Wesley emphasized that business seeking to contract with the Army should relate their services to at least some part of the command's current priorities if they want to be considered for various development opportunities.

Marks encouraged attendees to seek further information and resources online by going to the SBA's website.

ACC-RI held a requirements panel, which focused primarily on requirements and challenges related to information technology services and support.

Following the ACC-RI panel, an industry panel provided insight and gave advice about how to be successful. Amy Roddey, president and chief executive officer, Technica LLC, and Tony Keyes, senior vice president business development, NCI Information Systems Incorporated, agreed that small businesses are the most successful when they can receive mentorship from -- and when they partner with -- larger businesses.

To conclude the symposium, senior leaders participated in a panel. Welker moderated the panel and the participants included Hutchison, Cartwright, Carr, Johnson, and Rhonda VanDeCasteele, executive director for ammunition, Joint Munitions Command.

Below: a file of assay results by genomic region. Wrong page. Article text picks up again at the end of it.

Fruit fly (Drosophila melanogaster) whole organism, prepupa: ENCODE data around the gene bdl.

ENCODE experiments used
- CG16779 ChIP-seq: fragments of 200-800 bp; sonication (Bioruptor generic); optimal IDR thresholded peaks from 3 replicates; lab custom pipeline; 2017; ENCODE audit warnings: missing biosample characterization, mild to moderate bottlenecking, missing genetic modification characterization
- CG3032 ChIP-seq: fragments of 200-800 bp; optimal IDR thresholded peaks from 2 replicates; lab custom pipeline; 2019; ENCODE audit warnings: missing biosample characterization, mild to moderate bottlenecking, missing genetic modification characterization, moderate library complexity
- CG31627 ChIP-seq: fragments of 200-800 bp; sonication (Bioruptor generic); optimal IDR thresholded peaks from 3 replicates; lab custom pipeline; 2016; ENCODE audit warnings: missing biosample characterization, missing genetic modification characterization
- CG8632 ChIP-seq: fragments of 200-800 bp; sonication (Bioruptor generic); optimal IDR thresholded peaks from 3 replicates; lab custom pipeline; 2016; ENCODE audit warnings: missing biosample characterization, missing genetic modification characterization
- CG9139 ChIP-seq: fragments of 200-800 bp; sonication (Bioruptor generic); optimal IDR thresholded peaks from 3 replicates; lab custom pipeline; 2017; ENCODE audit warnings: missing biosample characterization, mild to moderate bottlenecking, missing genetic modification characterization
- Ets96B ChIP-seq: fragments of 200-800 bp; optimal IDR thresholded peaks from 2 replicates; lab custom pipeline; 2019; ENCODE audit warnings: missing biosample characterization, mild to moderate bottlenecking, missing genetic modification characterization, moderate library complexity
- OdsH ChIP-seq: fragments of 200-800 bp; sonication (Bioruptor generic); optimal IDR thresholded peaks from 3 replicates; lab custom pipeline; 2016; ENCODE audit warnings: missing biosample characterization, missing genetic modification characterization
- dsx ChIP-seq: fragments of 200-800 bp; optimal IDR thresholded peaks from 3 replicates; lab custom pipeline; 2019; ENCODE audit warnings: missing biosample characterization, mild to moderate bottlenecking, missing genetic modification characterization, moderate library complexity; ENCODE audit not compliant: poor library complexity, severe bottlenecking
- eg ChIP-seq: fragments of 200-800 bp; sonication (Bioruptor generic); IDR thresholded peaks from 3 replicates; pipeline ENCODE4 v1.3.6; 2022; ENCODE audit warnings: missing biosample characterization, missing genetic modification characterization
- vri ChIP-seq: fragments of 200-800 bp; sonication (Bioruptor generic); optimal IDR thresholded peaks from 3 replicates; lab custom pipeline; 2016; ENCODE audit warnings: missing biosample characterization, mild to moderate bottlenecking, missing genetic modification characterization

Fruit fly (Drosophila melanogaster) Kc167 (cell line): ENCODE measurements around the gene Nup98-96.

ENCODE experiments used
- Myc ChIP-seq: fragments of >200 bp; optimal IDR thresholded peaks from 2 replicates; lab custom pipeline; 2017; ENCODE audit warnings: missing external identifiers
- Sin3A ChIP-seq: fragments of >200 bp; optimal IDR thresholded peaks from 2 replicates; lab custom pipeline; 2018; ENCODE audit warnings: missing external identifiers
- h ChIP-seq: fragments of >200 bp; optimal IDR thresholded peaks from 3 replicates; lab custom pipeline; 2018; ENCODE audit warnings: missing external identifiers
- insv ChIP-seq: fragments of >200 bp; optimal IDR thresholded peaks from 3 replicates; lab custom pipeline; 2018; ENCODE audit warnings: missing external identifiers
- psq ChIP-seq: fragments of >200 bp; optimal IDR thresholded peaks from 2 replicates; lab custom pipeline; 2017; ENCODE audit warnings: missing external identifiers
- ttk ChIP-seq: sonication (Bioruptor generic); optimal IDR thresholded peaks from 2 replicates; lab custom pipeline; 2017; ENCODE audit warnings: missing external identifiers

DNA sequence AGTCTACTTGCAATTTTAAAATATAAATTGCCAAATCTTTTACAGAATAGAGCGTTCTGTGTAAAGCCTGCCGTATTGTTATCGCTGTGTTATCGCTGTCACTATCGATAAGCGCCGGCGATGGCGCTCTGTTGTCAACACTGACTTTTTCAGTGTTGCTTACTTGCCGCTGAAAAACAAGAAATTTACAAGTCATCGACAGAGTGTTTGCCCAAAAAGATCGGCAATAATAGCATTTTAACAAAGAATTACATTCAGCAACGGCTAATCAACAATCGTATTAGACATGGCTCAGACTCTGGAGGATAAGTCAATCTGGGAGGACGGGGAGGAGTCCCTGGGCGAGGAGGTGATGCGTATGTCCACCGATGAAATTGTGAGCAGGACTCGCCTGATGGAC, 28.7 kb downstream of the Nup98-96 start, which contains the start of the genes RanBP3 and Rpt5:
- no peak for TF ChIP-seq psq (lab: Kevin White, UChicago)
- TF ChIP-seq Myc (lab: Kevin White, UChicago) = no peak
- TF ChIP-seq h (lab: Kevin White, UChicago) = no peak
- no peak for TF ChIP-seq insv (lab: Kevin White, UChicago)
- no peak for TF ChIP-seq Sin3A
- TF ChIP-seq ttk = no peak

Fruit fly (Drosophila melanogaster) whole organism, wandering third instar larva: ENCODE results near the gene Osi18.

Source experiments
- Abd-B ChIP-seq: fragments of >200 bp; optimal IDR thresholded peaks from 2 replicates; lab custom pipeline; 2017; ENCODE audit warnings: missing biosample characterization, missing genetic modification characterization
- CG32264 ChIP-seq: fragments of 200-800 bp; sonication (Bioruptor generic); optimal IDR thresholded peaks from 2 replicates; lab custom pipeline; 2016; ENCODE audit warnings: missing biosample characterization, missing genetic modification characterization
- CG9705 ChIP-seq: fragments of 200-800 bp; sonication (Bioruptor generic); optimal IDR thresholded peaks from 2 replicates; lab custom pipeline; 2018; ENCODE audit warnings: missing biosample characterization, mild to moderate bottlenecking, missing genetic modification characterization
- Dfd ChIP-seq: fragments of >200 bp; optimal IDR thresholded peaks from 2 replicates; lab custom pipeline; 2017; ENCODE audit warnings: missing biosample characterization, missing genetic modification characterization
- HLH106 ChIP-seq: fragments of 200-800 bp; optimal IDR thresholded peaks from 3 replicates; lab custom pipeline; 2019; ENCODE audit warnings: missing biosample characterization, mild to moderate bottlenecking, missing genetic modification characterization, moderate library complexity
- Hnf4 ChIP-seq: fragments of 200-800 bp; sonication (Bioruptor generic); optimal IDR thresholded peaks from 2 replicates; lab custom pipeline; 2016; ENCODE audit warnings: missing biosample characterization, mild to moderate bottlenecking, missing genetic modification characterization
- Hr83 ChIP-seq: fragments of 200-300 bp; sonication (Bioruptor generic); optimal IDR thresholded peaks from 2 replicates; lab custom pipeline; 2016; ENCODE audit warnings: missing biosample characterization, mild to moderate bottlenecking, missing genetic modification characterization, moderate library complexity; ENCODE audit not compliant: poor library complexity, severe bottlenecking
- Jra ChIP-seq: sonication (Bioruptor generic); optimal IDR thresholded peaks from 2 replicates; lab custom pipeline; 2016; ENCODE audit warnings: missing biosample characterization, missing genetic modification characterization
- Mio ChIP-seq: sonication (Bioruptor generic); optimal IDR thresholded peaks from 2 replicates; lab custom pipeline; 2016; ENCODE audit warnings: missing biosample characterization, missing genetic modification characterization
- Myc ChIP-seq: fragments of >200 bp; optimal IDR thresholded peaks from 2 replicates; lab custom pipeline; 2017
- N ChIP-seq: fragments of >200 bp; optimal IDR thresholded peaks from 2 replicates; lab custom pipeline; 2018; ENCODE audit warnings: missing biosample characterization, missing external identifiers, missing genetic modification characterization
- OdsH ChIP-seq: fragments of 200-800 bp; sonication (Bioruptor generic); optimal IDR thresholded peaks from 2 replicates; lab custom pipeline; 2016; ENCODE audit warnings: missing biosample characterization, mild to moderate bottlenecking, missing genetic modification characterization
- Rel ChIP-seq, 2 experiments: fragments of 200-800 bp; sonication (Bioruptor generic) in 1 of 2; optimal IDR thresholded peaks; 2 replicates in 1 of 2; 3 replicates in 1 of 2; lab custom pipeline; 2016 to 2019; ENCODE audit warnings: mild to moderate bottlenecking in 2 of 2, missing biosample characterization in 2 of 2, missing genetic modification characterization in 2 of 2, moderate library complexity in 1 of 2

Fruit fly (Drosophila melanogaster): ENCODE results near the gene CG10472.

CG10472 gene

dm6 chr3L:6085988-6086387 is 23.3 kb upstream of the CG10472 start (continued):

During the panel, several attendees expressed concern over what they said appears to be the federal government's increased tendency to use, "Lowest Price Technically Acceptable," source selection involving IT services. Johnson encouraged those concerned to have very clearly stated reasons for justifying a different source selection method.

She said the comparatively higher quality of the service and/or product needs to be clearly articulated to justify source selections that might cost the government more than the LPTA method. She said it is possible to use other source selection methods, but those methods take more to justify.

Hutchison provided the symposium's closing remarks. He said that as the Army downsizes and contracting officials are reduced, it is important to realize that it may take more effort to contract with the Army in the future, but that the Army is working on more solutions. He thanked the attendees for their support.

The Iowa/Illinois Chapter of the National Defense Industrial Association hosted the event, which included various networking opportunities. ASC provided a color guard for the opening ceremony.